Articles Tagged with Top Chicago Non-Compete Agreement Lawyers Near Evanston

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When entering into the employment domain, covenants are imposed on employees restricting what they can and cannot do once they leave the job. Violations and restrictions are what employers often look for when they wish to seek enforceability of a contract that was entered into when employees decide to move elsewhere. Typically, such agreements prohibit competing with an former employer for a certain period after the employee has left the business, or prevents the ex-employee from soliciting or dealing with customers of the business by using knowledge of those customers gained.

Non compete clauses are in often in place for businesses to protect their investments in business and to not have employees turn around and share information that may be valuable in another employment setting.  That is why the wording of non compete agreements is important.  However, more and more businesses are now laying off employees.

It could be speculated that since more and more businesses are now laying off employees, that this is one of the reasons as to why Massachusetts legislature passed a bill that would require companies in the state to give employees some kind of compensation for up to a year after leaving if they decide to enforce a non-compete agreement.  Another reason is that workers could also end up for months without a paycheck from either a previous employer and by not being able to work for a competitor.  At least now, there is some form of relief and compensation until enforceability of the non-compete agreement is made.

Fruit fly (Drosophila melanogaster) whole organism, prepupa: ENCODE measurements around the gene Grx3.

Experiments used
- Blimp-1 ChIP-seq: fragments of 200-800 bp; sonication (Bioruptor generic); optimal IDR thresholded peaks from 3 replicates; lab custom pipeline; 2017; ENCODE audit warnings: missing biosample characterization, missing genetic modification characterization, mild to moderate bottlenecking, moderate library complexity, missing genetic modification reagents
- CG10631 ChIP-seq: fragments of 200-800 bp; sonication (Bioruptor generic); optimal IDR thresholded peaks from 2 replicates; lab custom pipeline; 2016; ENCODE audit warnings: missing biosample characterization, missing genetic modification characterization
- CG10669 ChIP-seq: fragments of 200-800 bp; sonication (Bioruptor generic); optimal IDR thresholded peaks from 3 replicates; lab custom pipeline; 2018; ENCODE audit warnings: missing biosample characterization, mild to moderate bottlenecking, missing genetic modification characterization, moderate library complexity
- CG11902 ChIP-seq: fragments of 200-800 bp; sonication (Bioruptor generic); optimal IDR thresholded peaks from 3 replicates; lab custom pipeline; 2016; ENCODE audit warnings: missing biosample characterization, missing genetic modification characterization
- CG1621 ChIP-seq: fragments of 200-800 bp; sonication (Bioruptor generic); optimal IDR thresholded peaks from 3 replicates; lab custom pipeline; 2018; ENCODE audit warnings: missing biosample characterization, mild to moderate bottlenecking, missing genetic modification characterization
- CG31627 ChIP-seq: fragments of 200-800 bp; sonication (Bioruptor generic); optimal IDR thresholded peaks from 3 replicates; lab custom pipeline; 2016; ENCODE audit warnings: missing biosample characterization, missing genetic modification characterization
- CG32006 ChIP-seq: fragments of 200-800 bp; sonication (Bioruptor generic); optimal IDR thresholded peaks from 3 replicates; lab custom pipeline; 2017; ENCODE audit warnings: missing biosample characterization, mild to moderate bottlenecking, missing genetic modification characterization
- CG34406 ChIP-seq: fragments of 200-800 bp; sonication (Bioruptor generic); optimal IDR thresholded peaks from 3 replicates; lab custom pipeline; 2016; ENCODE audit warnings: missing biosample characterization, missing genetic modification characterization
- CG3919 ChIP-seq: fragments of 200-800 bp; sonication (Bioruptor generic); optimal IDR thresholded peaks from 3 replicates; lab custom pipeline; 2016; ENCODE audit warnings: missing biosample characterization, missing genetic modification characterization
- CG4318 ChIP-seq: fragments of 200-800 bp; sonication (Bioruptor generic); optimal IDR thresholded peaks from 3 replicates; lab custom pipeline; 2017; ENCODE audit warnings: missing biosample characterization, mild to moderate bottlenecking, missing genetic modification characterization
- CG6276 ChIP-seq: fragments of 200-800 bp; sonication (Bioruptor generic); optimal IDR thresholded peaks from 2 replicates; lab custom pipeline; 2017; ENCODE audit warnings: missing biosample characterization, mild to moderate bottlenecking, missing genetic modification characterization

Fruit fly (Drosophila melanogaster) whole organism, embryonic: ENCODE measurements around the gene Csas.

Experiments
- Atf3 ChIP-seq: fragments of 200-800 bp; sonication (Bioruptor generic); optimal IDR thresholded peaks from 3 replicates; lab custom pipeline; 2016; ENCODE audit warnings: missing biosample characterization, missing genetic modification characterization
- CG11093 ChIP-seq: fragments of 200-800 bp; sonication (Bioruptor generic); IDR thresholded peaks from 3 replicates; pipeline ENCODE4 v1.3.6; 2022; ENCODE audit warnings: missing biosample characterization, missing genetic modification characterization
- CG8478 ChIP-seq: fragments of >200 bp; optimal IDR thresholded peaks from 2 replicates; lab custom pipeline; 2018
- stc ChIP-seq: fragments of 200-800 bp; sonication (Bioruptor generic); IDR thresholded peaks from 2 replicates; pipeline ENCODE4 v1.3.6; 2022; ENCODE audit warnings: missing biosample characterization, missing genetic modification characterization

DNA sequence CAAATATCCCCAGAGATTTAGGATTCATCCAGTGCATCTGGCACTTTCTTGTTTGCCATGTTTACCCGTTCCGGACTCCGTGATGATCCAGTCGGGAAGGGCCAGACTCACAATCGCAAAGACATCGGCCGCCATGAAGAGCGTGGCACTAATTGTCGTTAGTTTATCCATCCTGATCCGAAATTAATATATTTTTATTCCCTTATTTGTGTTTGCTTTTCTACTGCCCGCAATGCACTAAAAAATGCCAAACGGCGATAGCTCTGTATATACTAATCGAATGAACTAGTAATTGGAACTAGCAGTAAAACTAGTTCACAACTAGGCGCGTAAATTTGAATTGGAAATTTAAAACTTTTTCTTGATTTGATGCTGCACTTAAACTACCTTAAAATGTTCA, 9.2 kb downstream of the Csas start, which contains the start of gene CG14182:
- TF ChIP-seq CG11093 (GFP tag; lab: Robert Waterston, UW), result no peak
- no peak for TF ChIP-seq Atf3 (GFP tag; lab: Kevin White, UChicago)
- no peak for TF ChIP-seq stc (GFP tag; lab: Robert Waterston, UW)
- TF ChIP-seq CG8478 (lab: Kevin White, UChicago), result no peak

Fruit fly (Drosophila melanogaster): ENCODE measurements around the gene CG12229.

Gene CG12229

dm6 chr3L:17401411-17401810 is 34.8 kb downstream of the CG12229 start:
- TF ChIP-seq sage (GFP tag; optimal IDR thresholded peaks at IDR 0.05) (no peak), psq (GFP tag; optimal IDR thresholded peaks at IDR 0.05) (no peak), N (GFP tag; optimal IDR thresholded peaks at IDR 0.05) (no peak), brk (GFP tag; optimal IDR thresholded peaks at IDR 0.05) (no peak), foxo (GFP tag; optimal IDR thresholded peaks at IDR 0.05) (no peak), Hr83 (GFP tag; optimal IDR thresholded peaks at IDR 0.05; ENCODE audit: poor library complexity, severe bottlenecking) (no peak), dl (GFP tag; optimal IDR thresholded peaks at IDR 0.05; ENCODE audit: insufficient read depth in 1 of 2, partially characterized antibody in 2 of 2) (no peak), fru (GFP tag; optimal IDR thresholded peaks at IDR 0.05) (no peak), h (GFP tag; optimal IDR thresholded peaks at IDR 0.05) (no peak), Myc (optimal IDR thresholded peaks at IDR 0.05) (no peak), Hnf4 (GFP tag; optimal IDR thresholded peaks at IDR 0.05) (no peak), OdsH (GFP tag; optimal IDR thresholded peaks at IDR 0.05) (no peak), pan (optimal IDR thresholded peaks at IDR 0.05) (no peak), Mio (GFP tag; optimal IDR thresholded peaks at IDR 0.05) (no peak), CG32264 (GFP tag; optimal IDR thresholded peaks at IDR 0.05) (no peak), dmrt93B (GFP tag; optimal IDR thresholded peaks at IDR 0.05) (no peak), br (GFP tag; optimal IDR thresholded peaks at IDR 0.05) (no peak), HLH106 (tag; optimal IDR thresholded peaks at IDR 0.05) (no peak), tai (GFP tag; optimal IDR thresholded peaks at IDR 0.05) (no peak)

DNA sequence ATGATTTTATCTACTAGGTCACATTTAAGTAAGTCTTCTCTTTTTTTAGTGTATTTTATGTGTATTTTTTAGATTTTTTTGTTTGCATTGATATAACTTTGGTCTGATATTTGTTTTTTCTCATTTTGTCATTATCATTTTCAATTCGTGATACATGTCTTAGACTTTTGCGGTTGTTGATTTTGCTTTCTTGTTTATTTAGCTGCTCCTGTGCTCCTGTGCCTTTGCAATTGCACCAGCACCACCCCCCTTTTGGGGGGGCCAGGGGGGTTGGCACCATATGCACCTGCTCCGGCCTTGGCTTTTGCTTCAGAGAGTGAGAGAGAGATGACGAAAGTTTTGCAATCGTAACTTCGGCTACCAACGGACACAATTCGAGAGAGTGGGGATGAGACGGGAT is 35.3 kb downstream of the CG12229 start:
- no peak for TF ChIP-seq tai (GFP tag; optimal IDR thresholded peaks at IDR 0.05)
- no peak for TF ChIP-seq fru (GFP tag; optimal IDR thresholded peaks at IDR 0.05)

When it comes to Massachusetts, the clause known as a “garden leave clause” provides pay for of at least 50% of the employee’s highest base salary over the prior two years, or other mutually-agreed upon consideration. Though the law does give some room for “other mutually-agreed upon consideration” leaving some level of flexibility.

As it stands, Massachusetts has become one of the first states to offer this kind of relief for employees.  This change may encourage others states to enact reforms. Another change of note is allowing employees to review the agreements prior to signature and relieving laid off employees from the non-compete’s restrictions.

An agreement can be deemed null and void or certain provisions within can be.  This is pretty much the same as it was before.  It’s impact and affect is yet to be tested.

https://www.bostonglobe.com/business/2018/01/15/compromise-may-near-restricting-noncompetes-mass/GWjyz1NOpnZbGA3YXCbWxL/story.html

http://www.mondaq.com/unitedstates/x/725264/Contract+of+Employment/Massachusetts+Legislature+Passes+LongAwaited+NonCompete+Law

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